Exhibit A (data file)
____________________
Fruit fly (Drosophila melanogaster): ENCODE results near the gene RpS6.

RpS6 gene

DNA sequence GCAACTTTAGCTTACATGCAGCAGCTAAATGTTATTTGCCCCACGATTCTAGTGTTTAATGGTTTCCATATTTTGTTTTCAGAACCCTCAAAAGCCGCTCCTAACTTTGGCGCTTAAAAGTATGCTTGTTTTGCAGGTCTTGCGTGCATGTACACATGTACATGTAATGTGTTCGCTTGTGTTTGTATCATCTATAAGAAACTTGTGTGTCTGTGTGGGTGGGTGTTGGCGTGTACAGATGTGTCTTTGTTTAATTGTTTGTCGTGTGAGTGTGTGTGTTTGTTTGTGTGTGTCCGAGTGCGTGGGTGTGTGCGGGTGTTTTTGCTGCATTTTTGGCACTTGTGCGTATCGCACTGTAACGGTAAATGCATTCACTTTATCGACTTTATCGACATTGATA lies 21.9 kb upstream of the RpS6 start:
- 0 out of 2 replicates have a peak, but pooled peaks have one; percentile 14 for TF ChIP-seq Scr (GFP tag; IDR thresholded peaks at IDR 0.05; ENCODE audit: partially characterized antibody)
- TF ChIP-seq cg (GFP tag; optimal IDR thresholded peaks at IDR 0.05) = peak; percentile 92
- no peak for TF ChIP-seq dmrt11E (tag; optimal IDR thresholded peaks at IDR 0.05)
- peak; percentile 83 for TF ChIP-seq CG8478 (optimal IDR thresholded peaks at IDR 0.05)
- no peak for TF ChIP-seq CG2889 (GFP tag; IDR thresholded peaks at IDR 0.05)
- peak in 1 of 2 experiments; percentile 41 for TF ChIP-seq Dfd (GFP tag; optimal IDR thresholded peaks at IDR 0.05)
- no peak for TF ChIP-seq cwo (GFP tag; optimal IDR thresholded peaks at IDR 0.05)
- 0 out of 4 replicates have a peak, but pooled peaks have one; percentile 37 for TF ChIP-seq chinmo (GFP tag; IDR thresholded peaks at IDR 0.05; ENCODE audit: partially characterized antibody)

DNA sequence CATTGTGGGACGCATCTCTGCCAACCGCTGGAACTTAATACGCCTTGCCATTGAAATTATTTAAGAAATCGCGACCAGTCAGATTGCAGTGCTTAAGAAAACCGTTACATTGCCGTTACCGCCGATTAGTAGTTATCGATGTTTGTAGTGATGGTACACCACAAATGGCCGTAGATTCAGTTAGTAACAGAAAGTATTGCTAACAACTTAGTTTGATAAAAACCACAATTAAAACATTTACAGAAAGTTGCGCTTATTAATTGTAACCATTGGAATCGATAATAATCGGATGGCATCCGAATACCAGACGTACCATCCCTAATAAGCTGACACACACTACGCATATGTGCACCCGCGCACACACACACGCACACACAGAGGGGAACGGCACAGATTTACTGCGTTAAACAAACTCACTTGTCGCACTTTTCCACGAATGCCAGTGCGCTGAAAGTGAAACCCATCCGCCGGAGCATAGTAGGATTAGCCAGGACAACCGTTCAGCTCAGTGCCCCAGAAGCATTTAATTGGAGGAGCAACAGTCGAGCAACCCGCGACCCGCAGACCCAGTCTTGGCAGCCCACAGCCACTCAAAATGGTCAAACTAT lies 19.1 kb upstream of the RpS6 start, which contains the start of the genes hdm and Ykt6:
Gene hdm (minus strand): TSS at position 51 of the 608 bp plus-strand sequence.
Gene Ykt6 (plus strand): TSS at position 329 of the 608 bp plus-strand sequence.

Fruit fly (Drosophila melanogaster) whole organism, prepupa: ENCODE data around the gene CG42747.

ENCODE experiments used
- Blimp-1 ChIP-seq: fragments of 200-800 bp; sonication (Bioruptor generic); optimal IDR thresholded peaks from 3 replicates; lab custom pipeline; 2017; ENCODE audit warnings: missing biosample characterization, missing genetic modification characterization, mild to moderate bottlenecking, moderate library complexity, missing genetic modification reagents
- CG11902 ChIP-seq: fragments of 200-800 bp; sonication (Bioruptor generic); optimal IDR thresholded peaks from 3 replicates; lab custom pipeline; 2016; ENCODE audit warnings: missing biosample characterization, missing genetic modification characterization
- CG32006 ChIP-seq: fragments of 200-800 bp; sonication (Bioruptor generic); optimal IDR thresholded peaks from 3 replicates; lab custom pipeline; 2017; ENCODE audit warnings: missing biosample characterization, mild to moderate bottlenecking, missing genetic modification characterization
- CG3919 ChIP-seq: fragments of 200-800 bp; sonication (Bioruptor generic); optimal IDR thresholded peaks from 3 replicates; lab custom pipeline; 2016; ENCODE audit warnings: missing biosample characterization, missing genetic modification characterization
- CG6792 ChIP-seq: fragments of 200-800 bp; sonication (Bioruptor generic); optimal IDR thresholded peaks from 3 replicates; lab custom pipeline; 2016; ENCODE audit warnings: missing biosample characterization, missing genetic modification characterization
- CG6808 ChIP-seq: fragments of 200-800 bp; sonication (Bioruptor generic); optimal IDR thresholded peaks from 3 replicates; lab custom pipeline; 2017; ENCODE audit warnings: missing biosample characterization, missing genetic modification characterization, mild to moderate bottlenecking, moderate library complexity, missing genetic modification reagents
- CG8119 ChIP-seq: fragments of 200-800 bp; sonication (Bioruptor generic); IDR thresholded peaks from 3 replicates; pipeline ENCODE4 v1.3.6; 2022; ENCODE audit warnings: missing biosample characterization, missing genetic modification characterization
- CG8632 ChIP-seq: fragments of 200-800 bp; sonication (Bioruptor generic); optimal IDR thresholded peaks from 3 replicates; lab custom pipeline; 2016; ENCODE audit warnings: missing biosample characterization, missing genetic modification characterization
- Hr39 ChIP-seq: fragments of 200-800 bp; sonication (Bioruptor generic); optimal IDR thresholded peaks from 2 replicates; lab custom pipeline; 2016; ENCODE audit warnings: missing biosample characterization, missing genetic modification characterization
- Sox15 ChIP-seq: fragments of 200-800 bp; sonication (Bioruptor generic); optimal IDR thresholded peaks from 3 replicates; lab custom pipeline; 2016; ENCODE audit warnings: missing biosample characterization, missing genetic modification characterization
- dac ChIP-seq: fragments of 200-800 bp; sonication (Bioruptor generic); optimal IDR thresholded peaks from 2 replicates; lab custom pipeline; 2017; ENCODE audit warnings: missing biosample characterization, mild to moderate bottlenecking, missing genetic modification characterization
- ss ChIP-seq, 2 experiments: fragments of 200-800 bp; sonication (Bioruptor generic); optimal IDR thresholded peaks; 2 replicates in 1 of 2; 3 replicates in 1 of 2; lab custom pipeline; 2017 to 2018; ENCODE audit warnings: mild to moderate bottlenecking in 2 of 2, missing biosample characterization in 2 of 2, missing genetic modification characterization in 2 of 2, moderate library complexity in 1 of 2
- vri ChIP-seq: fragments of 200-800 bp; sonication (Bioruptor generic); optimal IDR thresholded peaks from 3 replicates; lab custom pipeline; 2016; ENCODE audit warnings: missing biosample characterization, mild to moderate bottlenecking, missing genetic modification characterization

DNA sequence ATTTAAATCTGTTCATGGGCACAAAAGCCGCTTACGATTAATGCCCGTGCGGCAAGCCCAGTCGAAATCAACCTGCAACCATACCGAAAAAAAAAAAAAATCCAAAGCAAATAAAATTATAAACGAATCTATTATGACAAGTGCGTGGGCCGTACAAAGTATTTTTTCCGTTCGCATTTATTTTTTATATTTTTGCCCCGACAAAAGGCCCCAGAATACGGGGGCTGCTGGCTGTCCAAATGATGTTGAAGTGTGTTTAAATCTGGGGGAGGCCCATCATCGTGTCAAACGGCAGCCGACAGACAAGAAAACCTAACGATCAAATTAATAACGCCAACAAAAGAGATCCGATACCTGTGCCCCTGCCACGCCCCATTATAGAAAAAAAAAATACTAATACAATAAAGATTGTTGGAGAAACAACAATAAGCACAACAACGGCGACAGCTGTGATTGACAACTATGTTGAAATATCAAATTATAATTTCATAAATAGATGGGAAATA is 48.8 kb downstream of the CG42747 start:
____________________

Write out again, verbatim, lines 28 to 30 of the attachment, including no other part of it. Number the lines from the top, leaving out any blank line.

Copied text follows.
- ss ChIP-seq, 2 experiments: fragments of 200-800 bp; sonication (Bioruptor generic); optimal IDR thresholded peaks; 2 replicates in 1 of 2; 3 replicates in 1 of 2; lab custom pipeline; 2017 to 2018; ENCODE audit warnings: mild to moderate bottlenecking in 2 of 2, missing biosample characterization in 2 of 2, missing genetic modification characterization in 2 of 2, moderate library complexity in 1 of 2
- vri ChIP-seq: fragments of 200-800 bp; sonication (Bioruptor generic); optimal IDR thresholded peaks from 3 replicates; lab custom pipeline; 2016; ENCODE audit warnings: missing biosample characterization, mild to moderate bottlenecking, missing genetic modification characterization

DNA sequence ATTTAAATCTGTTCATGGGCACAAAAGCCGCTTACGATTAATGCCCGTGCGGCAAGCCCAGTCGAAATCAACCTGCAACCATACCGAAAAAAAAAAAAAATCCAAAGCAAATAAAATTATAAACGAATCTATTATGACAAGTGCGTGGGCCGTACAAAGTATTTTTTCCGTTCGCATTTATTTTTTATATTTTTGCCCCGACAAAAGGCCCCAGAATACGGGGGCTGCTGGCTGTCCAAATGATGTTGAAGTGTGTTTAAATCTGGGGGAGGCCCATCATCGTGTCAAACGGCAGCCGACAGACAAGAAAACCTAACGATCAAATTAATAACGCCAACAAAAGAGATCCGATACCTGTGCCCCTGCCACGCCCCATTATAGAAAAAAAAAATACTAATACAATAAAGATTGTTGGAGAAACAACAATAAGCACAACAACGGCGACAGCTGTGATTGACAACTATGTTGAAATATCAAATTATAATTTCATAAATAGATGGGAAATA is 48.8 kb downstream of the CG42747 start: